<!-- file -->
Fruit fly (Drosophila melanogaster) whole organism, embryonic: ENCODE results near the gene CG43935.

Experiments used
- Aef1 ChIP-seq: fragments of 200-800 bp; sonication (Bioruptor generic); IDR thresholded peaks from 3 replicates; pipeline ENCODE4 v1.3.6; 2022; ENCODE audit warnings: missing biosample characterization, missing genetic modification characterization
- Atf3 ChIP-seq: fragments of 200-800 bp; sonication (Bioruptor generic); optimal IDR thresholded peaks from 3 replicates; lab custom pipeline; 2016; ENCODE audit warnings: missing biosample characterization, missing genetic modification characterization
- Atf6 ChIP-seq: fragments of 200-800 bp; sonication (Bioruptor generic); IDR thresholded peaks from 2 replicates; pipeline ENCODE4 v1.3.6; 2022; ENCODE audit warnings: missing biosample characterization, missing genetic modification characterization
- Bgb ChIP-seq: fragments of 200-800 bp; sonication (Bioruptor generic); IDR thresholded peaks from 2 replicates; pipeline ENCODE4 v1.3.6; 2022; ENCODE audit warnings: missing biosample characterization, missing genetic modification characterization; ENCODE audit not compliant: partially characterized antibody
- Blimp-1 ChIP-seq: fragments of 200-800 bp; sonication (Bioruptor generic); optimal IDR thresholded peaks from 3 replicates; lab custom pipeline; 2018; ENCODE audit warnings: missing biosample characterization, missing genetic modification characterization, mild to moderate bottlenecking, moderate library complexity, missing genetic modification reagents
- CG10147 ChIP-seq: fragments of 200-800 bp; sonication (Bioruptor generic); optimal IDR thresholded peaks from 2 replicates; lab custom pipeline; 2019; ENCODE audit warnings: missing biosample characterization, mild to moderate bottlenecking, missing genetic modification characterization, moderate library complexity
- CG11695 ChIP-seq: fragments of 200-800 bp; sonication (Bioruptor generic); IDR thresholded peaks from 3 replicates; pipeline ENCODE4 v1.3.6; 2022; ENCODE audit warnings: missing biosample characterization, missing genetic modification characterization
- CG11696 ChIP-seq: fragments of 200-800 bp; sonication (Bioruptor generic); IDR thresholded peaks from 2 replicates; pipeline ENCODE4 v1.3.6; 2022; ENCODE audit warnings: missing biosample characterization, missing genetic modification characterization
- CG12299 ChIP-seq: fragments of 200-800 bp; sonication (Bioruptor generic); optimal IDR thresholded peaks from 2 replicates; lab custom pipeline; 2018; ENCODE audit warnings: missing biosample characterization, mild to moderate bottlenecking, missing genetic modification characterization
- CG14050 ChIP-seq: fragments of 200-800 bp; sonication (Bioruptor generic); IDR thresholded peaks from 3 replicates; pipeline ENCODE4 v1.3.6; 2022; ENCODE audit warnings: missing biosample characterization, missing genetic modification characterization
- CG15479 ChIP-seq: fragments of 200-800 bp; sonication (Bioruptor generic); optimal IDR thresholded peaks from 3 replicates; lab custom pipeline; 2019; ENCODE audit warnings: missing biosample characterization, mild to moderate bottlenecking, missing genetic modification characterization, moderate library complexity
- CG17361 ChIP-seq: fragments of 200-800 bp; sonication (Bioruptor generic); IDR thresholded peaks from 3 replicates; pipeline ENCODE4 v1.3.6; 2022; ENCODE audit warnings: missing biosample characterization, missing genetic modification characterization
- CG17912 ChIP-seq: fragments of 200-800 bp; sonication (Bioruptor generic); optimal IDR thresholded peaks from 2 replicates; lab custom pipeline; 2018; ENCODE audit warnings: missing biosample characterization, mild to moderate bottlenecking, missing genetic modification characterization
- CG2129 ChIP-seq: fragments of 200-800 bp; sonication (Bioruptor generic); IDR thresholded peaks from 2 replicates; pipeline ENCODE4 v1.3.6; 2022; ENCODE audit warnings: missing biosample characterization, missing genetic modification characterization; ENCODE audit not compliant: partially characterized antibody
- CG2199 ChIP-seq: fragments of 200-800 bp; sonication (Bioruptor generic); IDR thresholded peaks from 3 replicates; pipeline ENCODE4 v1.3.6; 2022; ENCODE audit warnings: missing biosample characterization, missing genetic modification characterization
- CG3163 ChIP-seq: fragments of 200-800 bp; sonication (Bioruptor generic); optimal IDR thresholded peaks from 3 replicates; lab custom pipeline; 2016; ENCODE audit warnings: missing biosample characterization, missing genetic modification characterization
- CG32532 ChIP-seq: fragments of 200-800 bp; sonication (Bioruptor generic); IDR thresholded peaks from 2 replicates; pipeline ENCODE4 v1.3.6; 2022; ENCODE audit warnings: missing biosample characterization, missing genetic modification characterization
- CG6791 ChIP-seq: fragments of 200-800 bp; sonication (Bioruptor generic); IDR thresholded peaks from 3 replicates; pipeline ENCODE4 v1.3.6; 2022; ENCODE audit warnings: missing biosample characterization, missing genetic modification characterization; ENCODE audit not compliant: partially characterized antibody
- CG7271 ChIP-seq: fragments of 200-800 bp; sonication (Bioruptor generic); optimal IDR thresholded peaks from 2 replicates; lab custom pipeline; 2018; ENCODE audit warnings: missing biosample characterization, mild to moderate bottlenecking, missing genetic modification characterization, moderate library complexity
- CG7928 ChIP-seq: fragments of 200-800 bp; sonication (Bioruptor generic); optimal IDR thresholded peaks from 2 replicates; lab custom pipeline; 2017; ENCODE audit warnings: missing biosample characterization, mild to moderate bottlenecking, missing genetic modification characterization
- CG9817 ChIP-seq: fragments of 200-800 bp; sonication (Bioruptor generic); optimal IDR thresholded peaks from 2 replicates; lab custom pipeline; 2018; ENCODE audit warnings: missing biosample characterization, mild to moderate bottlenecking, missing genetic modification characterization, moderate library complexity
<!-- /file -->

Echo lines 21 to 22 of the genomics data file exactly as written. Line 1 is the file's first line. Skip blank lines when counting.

- CG7271 ChIP-seq: fragments of 200-800 bp; sonication (Bioruptor generic); optimal IDR thresholded peaks from 2 replicates; lab custom pipeline; 2018; ENCODE audit warnings: missing biosample characterization, mild to moderate bottlenecking, missing genetic modification characterization, moderate library complexity
- CG7928 ChIP-seq: fragments of 200-800 bp; sonication (Bioruptor generic); optimal IDR thresholded peaks from 2 replicates; lab custom pipeline; 2017; ENCODE audit warnings: missing biosample characterization, mild to moderate bottlenecking, missing genetic modification characterization